The following methods of statistical analysis have been used in this study. The data were collected on forms and entered into a Microsoft Excel Worksheet and analyzed using SPSS for Windows, Version 16.0 (SPSS Inc., Chicago, USA). The results were averaged (mean standard deviation) for each parameter and presented in tables and figures.

  1. Student's t-test was used to find a significant difference between two means
  2. Mann–Whitney U-test (for wound healing score and pain score) was applied to find the significant difference between two independent groups
  3. Repeated measurement design was used to test changes in scores of pain, swelling, and trismus over the time.

In all the above tests, P < 0.05 was accepted as indicating statistical significance.

   Observation and Results Top

A total number of 50 cases with a mean age of 25.12 years ± 4.97 were studied to compare the postoperative complications using Ward's and comma incision flap designs in impacted mandibular third molar removal. Majority of the patients in this study were between 18 and 30 years (80%). Of 50 patients, 16 were male (32%) and 34 were female (68%).

With Ward's incision design, the duration of surgery ranged from 20 to 45 min with a mean of 30.75 min ± 8.63 and with comma incision flap design 22–44 min with a mean of 30.15 min ± 8.52. There were no statistically significant differences between the two flap design groups in terms of duration of surgery (P > 0.05).

At the 1st postoperative day, there were statistically significant differences between the two flap groups (P < 0.05) in terms of pain. The mean rank obtained for Ward's incision and comma incision groups was 29.66 and 21.34 at the 1st postoperative day, respectively. However, by immediate, 3rd day, and 7th day postoperatively, the differences in the pain scores between the two flap design groups become insignificant (P > 0.05).

The measurement of swelling showed no statistically significant differences between the Ward's and comma incision groups (P > 0.05). However, in both the flap groups, measurement of swelling displayed the following evolution: an increase at the 1st day postoperatively, followed by a slight decrease at the 3rd day and a further decrease at the 7th day postoperatively. The measurement of swelling in each group shows statistically significant results (P < 0.05).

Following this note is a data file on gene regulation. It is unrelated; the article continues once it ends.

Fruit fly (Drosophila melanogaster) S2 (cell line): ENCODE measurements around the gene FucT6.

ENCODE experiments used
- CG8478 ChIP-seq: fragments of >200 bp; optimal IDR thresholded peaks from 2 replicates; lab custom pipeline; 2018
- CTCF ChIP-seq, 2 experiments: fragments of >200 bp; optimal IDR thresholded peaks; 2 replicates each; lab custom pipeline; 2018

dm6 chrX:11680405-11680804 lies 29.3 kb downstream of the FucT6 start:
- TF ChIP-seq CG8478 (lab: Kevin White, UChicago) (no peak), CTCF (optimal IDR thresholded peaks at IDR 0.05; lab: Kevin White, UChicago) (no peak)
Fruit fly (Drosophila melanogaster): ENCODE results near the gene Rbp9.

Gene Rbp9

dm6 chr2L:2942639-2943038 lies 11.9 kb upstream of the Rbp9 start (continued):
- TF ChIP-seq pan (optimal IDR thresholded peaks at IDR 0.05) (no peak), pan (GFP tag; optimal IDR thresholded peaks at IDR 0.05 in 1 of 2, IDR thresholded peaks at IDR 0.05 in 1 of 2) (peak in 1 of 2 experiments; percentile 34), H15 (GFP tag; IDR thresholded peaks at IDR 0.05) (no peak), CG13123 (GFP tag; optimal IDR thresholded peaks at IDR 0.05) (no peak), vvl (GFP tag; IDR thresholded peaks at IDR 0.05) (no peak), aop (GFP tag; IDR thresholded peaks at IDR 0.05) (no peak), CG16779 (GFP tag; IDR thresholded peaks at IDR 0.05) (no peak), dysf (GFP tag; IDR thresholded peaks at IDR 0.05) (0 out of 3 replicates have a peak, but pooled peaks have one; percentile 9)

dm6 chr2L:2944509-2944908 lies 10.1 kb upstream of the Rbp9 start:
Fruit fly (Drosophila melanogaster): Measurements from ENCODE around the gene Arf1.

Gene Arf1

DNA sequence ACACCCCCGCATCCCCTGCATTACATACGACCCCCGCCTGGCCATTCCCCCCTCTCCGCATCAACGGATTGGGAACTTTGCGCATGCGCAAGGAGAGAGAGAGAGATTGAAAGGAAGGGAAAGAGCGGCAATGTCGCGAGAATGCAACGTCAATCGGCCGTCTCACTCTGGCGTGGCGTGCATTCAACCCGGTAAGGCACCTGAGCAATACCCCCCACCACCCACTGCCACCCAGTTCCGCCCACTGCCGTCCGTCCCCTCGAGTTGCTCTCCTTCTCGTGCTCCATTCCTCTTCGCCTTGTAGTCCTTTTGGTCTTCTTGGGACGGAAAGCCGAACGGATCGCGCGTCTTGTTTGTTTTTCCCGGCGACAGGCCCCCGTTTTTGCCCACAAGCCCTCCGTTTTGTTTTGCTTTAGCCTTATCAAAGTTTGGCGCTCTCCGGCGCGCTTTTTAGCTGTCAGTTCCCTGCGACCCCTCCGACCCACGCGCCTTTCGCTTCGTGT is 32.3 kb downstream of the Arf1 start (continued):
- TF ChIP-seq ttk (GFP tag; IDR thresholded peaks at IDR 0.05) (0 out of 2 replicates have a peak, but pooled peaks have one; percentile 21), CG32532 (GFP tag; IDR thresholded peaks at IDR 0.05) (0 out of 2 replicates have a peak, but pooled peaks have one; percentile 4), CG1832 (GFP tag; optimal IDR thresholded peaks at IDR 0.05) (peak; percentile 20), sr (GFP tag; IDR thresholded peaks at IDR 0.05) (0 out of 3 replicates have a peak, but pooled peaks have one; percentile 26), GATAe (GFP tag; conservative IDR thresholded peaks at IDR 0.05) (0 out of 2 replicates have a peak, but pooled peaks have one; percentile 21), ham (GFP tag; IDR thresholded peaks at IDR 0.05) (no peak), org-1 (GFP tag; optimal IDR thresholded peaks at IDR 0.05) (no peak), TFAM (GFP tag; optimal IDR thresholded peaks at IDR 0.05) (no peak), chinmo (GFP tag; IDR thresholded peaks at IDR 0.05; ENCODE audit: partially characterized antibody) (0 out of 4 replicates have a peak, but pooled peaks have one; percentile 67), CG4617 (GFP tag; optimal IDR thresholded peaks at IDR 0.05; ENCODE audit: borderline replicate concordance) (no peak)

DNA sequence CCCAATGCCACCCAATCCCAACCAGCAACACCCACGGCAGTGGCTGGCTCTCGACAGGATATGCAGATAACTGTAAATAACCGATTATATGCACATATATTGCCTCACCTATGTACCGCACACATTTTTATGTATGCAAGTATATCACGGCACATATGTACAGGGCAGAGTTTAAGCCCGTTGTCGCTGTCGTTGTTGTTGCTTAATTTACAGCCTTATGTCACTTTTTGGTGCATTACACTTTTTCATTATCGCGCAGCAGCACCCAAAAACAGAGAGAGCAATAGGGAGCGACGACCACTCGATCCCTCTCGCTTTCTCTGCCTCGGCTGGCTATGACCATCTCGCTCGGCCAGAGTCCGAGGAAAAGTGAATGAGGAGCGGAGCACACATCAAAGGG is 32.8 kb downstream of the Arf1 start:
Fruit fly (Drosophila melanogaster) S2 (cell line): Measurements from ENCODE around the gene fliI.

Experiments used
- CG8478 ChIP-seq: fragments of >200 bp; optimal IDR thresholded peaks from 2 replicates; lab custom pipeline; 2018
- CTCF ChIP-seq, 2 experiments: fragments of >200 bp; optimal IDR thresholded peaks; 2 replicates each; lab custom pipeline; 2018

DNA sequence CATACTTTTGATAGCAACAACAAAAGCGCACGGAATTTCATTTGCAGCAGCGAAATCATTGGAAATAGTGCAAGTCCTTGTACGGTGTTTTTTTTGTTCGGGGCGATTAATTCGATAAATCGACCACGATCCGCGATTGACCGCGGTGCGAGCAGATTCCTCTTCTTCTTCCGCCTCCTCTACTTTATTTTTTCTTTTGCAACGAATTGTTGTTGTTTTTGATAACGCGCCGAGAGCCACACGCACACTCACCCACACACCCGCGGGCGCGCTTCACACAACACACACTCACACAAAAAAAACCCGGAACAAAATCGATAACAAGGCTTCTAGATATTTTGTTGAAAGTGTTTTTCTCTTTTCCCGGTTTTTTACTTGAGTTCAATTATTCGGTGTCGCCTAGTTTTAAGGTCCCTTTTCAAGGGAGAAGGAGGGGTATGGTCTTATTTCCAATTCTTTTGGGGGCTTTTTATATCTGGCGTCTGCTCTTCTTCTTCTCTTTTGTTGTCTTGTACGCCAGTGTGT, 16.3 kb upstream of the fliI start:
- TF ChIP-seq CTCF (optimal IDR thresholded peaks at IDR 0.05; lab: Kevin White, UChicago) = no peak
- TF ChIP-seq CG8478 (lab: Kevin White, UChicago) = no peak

The measurement of trismus shows statistically significant results between the two flap groups (P < 0.05) at immediate, 1st day, and 3rd day postoperatively. The mean score obtained for Ward's flap group was 21.48, 25.76, and 32.00 at immediate, 1st day, and 3rd day postoperatively, respectively. Similarly, the mean score for comma incision flap group at immediate, 1st day, and 3rd day postoperatively was 24.76, 29.36, and 34.32, respectively. However, by the 7th postoperative day, differences in trismus in both the flap groups become statistically insignificant.

The assessment of wound healing (as per guidelines put forth by Holland and Hindle) shows statistically significant results (P < 0.05) at the 7th postoperative day between the two flap groups. Unsatisfactory healed sockets were managed with repeated local normal saline irrigations, analgesics, and antibiotics wherever necessary.

   Discussion Top

Flap design is one of the factors influencing the severity of postoperative complications.[3],[14],[15],[16],[17] For this reason, we have compared two different flap designs: ward's incision flap design, which is the traditional technique for third molar surgery, and distolingually based comma incision flap design, which is a new flap.

Pain, swelling, and trismus are the common sequelae of the surgical removal of the impacted third molars. All three phenomena (pain, swelling, and trismus) may reflect the formation of prostaglandins and other mediators of pain and swelling from membrane phospholipids as a result of surgery. The first clear presentation of the normal time course of these events was published by Szmyd in 1965.